Monero: A Fresh Perspective At The Cryptocurrency

3 years ago

The Monero cryptocurrency provides the maximum level of privacy for its users, and at the time of recording this video, it is the most popular anonymous cryptocurrency. We will tell you how Monero protects your privacy and what are the prospects of this project. 

History of Monero

Fluffypony looks at you as if you've never heard about Monero
Fluffypony looks at you as if you've never heard about Monero

The Monero cryptocurrency has appeared as a result of a fork, or rather during the restart of the Bytecoin cryptocurrency. The Bytecoin network was launched in 2012. It was the first anonymous cryptocurrency run on the CryptoNote algorithm. But over time, it turned out that 80% of all coins are controlled by the Bytecoin developers, so users went “meh” and lost the confidence in the project.

It was then decided to proceed with a fork, and on April 18, 2014, the Monero blockchain took off. The fork was held by a group of unknown developers, but then the project began to attract new developers, and today, the permanent team includes 30 people. The public representative and, in fact, the leader of Monero is Riccardo Spagni, AKA Fluffypony. Riccardo Spagni also happens to be friends with Charlie Lee, the leader of Litecoin. Both cryptocurrency teams cooperate. There are even rumors about the development of atomic swaps between the Monero and Litecoin blockchains.

At the time of recording this video, Monero is at the bottom of the top 10 cryptocurrencies by capitalization with an indicator of $1.7B. During the good old days, however, this figure was $7.5B

Transaction anonymity

Monero is often criticized for the insufficient anonymity level. Edward Snowden, for instance, called it an amateur cryptocurrency. But neither he, nor other critics could prove their position by showing a mechanism for transaction tracking.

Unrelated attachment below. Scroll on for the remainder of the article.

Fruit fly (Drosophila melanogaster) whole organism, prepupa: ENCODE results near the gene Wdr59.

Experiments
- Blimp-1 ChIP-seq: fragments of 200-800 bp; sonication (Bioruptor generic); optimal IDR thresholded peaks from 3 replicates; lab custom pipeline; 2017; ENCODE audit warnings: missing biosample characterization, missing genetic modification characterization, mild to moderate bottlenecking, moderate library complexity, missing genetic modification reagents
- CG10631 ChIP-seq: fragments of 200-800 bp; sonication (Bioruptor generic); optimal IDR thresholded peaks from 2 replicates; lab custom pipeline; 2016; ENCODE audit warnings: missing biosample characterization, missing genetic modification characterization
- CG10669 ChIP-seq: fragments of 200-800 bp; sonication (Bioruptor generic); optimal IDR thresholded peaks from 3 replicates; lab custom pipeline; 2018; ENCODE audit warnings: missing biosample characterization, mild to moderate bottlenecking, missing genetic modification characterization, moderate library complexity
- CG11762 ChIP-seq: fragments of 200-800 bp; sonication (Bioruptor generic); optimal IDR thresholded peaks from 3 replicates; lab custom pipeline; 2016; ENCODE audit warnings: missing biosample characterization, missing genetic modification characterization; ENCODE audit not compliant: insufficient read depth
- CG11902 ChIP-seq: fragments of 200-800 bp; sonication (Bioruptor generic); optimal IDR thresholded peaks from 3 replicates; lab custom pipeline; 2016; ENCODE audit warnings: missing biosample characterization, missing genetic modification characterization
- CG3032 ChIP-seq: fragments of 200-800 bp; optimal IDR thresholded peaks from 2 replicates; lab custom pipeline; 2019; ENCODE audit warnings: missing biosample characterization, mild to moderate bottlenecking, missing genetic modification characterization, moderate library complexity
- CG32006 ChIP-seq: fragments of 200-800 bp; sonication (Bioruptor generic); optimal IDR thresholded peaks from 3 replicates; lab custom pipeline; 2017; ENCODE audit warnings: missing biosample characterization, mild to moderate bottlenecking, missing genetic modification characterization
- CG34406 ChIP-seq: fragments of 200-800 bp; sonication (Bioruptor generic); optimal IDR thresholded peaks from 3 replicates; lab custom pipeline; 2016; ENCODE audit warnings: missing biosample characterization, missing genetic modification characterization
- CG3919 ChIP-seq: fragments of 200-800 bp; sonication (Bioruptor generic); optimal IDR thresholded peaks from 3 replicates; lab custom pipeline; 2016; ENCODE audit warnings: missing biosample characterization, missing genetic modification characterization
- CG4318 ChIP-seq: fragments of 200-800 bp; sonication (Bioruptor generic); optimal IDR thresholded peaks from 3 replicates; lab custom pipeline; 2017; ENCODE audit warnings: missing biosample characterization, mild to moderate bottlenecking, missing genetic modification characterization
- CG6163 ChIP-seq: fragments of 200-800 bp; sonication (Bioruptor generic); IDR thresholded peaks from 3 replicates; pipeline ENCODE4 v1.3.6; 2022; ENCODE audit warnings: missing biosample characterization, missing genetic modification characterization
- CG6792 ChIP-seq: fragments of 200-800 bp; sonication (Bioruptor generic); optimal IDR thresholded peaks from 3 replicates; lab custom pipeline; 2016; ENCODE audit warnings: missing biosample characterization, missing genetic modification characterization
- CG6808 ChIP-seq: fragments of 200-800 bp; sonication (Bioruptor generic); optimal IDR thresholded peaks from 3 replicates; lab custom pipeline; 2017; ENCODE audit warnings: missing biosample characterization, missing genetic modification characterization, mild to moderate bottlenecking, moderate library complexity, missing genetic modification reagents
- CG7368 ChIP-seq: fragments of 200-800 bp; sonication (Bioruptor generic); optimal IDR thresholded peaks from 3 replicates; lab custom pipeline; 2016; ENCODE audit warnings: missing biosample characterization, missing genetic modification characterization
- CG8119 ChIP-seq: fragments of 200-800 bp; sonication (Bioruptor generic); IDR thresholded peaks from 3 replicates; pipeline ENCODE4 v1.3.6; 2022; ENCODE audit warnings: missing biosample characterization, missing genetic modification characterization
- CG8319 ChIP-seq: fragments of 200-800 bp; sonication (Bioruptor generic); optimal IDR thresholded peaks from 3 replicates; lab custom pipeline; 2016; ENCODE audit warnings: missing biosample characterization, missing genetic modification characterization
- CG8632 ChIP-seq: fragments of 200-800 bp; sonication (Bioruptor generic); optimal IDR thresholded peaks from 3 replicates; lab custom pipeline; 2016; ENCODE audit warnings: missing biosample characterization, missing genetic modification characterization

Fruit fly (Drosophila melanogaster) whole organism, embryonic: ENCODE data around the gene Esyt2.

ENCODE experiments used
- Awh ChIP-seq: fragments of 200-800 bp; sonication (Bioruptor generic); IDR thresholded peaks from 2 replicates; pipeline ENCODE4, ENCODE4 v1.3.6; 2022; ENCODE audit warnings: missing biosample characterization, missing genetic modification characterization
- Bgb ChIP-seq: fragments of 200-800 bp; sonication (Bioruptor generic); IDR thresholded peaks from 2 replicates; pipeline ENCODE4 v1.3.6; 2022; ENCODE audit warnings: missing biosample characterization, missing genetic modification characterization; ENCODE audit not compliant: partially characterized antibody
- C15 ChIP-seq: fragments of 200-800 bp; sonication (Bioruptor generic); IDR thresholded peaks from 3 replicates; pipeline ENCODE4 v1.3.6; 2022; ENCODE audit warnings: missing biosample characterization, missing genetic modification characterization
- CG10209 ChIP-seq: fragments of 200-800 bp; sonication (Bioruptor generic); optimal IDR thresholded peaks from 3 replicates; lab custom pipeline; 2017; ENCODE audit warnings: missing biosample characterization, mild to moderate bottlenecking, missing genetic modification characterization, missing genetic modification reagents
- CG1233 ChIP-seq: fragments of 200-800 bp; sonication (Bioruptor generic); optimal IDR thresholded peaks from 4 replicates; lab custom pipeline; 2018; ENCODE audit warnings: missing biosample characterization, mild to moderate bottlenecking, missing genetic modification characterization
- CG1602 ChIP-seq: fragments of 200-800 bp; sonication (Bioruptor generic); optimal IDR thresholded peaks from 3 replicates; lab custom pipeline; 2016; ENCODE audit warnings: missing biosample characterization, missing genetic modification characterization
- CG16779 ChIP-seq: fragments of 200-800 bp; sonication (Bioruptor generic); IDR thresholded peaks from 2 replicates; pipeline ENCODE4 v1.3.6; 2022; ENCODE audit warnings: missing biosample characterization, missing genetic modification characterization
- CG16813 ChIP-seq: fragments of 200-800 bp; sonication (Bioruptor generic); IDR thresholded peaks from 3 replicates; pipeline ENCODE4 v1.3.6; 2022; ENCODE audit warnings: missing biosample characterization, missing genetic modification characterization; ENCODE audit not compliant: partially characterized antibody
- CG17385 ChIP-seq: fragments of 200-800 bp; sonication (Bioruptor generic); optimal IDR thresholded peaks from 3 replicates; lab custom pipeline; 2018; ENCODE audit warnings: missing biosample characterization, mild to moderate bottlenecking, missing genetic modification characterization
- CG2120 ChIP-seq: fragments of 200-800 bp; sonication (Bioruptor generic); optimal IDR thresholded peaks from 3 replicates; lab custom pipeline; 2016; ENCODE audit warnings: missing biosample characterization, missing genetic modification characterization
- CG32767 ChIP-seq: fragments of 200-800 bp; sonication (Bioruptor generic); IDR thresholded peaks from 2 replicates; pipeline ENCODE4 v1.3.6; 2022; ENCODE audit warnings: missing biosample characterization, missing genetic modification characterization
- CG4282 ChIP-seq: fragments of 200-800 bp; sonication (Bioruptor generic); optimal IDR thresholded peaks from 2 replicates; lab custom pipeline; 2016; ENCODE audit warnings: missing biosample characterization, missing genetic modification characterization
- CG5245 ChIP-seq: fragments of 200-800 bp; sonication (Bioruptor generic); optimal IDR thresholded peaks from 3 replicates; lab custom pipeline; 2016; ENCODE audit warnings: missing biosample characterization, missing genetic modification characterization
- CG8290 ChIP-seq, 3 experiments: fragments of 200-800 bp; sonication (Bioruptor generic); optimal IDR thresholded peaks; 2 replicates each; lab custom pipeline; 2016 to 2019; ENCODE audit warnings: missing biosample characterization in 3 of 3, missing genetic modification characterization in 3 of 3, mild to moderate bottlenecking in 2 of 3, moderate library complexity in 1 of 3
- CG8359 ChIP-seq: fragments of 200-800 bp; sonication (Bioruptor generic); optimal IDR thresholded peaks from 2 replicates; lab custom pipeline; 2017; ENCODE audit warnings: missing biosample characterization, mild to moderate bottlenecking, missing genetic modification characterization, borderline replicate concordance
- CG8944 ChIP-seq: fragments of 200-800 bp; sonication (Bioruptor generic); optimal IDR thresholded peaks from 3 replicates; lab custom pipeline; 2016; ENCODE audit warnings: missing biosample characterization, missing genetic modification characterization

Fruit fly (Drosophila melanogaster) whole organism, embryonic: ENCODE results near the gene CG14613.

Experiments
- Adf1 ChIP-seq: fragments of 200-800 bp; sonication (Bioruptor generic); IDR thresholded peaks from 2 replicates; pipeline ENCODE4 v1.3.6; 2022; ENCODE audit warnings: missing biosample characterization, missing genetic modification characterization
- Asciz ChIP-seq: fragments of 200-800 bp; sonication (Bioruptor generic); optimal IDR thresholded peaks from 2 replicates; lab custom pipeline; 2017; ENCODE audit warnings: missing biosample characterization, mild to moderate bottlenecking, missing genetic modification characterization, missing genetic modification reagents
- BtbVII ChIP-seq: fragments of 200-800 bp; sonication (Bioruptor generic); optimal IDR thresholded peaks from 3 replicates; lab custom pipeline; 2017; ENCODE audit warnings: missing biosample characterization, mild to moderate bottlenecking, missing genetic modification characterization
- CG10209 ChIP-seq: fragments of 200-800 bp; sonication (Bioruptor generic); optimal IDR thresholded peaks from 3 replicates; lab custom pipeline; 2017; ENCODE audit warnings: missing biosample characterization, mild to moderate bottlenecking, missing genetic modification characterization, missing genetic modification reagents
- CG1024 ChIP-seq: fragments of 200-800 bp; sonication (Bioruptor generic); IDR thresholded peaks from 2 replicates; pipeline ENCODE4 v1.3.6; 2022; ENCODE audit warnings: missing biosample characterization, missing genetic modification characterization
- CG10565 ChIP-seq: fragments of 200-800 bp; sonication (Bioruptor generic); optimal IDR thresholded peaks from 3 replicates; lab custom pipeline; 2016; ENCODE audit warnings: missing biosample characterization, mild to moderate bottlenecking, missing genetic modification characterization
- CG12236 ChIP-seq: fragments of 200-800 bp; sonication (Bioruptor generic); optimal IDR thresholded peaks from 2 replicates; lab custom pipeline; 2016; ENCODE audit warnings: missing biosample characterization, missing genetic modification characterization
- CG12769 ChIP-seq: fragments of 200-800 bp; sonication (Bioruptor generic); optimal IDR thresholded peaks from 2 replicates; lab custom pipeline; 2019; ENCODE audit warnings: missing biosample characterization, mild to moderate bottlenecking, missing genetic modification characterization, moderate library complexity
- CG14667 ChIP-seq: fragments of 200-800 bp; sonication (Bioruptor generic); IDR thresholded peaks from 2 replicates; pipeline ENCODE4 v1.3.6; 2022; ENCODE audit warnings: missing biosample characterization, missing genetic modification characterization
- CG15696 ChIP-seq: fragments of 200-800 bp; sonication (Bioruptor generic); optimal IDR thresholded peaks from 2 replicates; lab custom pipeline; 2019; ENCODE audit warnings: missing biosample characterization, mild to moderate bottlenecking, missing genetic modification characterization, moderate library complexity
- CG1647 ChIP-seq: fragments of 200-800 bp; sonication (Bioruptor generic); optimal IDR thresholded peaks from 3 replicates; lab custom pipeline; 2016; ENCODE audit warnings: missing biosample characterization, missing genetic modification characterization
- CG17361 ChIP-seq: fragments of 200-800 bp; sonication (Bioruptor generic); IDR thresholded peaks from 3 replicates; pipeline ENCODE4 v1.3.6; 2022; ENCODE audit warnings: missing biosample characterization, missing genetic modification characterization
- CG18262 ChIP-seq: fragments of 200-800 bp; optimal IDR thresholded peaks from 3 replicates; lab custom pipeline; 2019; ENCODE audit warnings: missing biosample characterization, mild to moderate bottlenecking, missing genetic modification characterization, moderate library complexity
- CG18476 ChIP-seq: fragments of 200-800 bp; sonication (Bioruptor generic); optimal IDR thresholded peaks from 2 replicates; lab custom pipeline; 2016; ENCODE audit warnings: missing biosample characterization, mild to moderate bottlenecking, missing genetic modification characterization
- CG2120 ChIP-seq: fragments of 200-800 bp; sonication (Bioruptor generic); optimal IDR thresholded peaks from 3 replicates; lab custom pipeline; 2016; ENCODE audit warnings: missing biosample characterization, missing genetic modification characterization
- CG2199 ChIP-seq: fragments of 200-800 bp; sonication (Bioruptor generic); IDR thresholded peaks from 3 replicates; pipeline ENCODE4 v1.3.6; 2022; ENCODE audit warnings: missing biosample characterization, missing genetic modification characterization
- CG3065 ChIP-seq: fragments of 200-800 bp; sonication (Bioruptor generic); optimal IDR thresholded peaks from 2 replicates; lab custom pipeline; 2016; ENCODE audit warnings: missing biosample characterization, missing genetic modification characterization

The Monero privacy technology may seem simple in comparison to Snowden's favorite Zcash, but at least it hides information about transactions and wallet balances as securely as possible.

Monero bets on the technology of ring signatures. That’s when each transaction is signed by a group of users, and it is impossible to determine who exactly is the real sender. There’s also ring transactions and randomly generated addresses. The funds don’t go directly from the recipient to the sender, they pass through several random addresses, mixing with other transactions. In the end, it becomes impossible to track the sender, recipient and the transfer amount.

This ensures an important property such as the cryptocurrency interchangeability. For example, Bitcoin lifespan can be tracked for checking illegal transactions, so that the seller may refuse to accept payment. In the case of Monero, this is impossible, so one coin of this cryptocurrency is always equal to another in value.

Monero mining

Monero emission is not limited. 18.4M coins are planned to be produced, after which, the reward for each new block will be reduced to 0.6XMR. For mining, there is a Proof-of-Work algorithm called CryptoNight. This algorithm is set in a way to prohibit mining on ASIC devices. Basically, it’s a move against the centralization of mining.

This year’s spring, the mining manufacturer Bitmain released an ASIC for Monero mining. Soon after, the Monero developers held a hard fork and changed the CryptoNight algorithm so that the new-fangled ASIC miners turned into a useless pile of trash. As a result of the hard fork, the Monero network hash rate collapsed by more than 50%. The community finally received evidence of Bitmain lies, which have long been suspected for secretly using their new miners on Monero network before they actually went on sale. In the meantime, four crypto projects announced that they have nothing against ASIC-miners and so decided to split the Monero blockchain, creating new cryptocurrencies in the process. However, all these projects turned out to be low-grade scams.

Monero mining is closely related to the industry of hidden mining, AKA cryptojacking. Popular websites and apps are injected with the script that uses the CPU power to silently mine cryptocurrency, moving all the profit to the script creator. Hidden mining results in slower performance and faster device wear off. Antivirus developers and browsers are trying to fight the issue, but the hackers are taking the lead, while each of us can become a miner involuntarily.


Monero is a leading anonymous cryptocurrency with its own principles, which has proven its reliability and has shown a professional development team with its strong community. This is a guarantee that the project will survive and remain popular despite the position of state regulators.

It’s worth remembering that governments openly dislike anonymous cryptocurrencies and may try to limit their circulation. Like demanding to remove the assets from crypto exchanges. But even if governments decide to take such measures, the network would continue its work, and the exchange would be carried out through decentralized platforms. And as the Japanese and South Korean example shows, the more authorities try to regulate cryptocurrencies, the higher the demand for anonymous assets.